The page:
Press accounts from December, 1960, detailed the horror of the crash, still indelibly imprinted on the minds of anyone who experienced it. Here are some synopses:
“Brooklyn never looked more drab. The tenements, the brownstones, the faded red brick fronts merged in a grey-white blur. It was snowing again and people grumbled about the weather.
Coming so soon after Monday’s blizzard, another snow seemed about the worst thing that could happen.
“A broken and torn DC-8 jet, which had been United Air Lines’ proud Flight 826, bound for Idlewild from Chicago with 84 people, fell out of the sky into Brooklyn. Part of the jet cut through the roof of one house. Engines, fuselage, cargo, bodies cascaded with thundering crunches onto the street; rivulets of jet fuel skittered and splashed crazily and ignited into billows of flame, which in turn touched off the gasoline tanks of parked cars.”
“The scene in Brooklyn, where one plane fell in a densely populated district, reminded one witness of the bombed and burning villages of the Korean War.”
New York Times
“ ‘I first thought it was a missile,’ said Father Raymond Morgan of St. Augustine Church. ‘It was a terrible sight. I ran back into the church and got the holy oil. I saw six bodies burning in the wreck, then there were explosions and I was driven back by a sheet of flame.’ ”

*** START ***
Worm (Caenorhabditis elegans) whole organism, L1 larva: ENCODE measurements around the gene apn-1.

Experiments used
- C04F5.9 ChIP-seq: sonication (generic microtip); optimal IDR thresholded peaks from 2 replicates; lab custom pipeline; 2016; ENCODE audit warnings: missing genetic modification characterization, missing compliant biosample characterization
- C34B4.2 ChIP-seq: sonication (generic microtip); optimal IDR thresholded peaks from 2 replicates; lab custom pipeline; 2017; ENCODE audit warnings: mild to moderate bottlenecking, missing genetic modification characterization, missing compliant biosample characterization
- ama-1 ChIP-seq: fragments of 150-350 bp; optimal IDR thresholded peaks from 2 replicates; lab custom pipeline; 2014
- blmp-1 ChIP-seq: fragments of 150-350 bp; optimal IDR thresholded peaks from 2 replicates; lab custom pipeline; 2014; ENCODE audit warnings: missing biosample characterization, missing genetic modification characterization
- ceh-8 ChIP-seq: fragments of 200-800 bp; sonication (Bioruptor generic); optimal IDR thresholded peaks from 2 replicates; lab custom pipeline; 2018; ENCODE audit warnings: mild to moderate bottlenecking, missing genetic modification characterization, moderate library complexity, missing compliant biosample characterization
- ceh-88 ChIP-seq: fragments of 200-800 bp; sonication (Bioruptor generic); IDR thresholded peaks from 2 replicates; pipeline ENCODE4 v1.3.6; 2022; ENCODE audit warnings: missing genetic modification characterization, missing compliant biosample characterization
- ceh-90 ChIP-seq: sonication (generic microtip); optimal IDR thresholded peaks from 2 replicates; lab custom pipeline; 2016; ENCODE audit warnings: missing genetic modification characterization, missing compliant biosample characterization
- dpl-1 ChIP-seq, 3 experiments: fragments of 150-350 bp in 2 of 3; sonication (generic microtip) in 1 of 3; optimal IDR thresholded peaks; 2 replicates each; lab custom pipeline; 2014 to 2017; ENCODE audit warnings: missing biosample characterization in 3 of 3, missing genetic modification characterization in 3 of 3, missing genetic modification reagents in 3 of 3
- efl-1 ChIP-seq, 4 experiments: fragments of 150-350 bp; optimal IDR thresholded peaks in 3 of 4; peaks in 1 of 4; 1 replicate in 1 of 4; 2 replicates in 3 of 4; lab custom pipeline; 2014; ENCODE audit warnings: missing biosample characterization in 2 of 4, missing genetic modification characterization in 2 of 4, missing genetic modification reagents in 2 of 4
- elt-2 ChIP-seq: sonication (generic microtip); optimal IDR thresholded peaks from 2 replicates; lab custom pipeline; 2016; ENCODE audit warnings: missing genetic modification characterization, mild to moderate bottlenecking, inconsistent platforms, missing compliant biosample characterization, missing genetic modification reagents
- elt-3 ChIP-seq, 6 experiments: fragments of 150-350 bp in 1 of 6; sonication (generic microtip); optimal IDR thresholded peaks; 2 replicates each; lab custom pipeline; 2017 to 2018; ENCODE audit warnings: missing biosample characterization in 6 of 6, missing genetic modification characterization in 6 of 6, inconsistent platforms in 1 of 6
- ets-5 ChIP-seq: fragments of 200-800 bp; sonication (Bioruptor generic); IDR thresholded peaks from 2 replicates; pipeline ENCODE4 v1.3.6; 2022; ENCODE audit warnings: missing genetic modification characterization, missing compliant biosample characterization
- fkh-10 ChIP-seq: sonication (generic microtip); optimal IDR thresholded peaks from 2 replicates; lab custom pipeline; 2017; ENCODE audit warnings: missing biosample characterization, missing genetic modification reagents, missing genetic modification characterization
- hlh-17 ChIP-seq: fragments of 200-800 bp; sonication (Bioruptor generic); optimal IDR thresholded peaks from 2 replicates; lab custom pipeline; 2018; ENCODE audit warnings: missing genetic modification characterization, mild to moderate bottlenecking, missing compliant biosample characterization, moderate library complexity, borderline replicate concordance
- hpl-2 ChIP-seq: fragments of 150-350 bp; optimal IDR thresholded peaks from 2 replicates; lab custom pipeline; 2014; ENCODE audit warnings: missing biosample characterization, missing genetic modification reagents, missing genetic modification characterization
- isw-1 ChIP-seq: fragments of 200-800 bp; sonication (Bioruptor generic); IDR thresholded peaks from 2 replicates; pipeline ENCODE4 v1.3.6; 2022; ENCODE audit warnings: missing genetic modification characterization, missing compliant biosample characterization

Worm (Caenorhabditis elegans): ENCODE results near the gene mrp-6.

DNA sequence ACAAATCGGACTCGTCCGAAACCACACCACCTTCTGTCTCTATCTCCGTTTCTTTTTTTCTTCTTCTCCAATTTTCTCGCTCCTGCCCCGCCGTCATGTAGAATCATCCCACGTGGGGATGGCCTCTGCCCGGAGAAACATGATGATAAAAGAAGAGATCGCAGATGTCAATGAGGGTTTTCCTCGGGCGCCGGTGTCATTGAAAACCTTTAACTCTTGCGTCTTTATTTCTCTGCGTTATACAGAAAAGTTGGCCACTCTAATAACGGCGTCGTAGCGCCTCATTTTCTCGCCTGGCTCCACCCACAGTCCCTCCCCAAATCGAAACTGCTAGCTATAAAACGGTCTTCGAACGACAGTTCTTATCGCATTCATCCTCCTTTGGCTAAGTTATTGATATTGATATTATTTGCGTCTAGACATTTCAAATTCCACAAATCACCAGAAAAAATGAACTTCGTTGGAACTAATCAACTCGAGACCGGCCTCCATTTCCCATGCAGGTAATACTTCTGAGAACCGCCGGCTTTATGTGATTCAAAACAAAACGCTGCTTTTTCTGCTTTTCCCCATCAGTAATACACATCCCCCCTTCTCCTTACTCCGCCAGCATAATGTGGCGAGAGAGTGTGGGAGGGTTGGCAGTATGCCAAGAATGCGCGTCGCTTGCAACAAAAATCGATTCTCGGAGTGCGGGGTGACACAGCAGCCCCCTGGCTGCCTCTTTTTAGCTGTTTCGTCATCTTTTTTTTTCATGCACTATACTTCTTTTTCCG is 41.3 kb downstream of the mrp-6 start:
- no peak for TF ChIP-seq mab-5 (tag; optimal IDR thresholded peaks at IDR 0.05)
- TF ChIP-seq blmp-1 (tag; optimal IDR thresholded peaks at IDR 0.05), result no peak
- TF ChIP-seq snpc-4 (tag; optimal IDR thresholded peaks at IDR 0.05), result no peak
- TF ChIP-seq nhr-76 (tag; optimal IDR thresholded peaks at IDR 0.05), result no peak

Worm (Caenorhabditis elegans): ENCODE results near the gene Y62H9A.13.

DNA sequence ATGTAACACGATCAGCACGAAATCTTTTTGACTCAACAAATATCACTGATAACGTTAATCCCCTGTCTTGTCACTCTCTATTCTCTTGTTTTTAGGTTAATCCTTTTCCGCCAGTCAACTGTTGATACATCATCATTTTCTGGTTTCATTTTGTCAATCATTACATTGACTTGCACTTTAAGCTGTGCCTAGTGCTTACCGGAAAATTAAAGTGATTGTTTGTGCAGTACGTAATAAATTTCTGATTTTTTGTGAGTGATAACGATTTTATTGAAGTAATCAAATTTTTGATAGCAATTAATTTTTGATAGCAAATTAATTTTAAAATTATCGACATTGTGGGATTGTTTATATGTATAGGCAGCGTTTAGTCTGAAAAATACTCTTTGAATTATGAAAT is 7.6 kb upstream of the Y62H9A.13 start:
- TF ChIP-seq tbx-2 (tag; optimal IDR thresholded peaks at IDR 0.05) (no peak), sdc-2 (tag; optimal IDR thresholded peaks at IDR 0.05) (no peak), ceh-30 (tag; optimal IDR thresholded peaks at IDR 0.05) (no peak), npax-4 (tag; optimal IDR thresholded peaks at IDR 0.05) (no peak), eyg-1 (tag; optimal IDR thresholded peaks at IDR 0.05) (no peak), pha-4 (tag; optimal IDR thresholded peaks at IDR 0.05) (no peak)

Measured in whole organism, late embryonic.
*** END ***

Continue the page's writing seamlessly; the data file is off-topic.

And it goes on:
©2010 Community News Group
By submitting this comment, you agree to the following terms:
You agree that you, and not BrooklynPaper.com or its affiliates, are fully responsible for the content that you post. You agree not to post any abusive, obscene, vulgar, slanderous, hateful, threatening or sexually-oriented material or any material that may violate applicable law; doing so may lead to the removal of your post and to your being permanently banned from posting to the site. You grant to BrooklynPaper.com the royalty-free, irrevocable, perpetual and fully sublicensable license to use, reproduce, modify, adapt, publish, translate, create derivative works from, distribute, perform and display such content in whole or in part world-wide and to incorporate it in other works in any form, media or technology now known or later developed.